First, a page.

Author: Tom Perreault,Gavin Bridge,James McCarthy

Publisher: Routledge

ISBN: 1317638700

Category: Nature

Page: 646

View: 7275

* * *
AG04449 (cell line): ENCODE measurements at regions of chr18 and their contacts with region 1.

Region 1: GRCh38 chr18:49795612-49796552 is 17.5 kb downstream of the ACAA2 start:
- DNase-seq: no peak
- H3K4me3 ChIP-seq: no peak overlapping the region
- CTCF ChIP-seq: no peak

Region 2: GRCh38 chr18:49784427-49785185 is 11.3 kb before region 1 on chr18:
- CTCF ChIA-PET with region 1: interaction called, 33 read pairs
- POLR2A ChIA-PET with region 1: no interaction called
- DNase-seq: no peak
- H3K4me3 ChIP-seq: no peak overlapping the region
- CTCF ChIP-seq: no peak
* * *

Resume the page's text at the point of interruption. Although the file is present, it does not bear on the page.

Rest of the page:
The Routledge Handbook of Political Ecology presents a comprehensive and authoritative examination of the rapidly growing field of political ecology. Located at the intersection of geography, anthropology, sociology, and environmental history, political ecology is one of the most vibrant and conceptually diverse fields of inquiry into nature-society relations within the social sciences. The Handbook serves as an essential guide to this rapidly evolving intellectual landscape. With contributions from over 50 leading authors, the Handbook presents a systematic overview of political ecology’s origins, practices and core concerns, and aims to advance both ongoing and emerging debates. While there are numerous edited volumes, textbooks, and monographs under the heading ‘political ecology,’ these have tended to be relatively narrow in scope, either as collections of empirically based (mostly case study) research on a given theme, or broad overviews of the field aimed at undergraduate audiences. The Routledge Handbook of Political Ecology is the first systematic, comprehensive overview of the field. With authors from North and South America, Europe, Australia and elsewhere, the Handbook of Political Ecology provides a state of the art examination of political ecology; addresses ongoing and emerging debates in this rapidly evolving field; and charts new agendas for research, policy, and activism. The Routledge Handbook of Political Ecology introduces political ecology as an interdisciplinary academic field. By presenting a ‘state of the art’ examination of the field, it will serve as an invaluable resource for students and scholars. It not only critically reviews the key debates in the field, but develops them. The Handbook will serve as an excellent resource for graduate and advanced undergraduate teaching, and is a key reference text for geographers, anthropologists, sociologists, environmental historians, and others working in and around political ecology.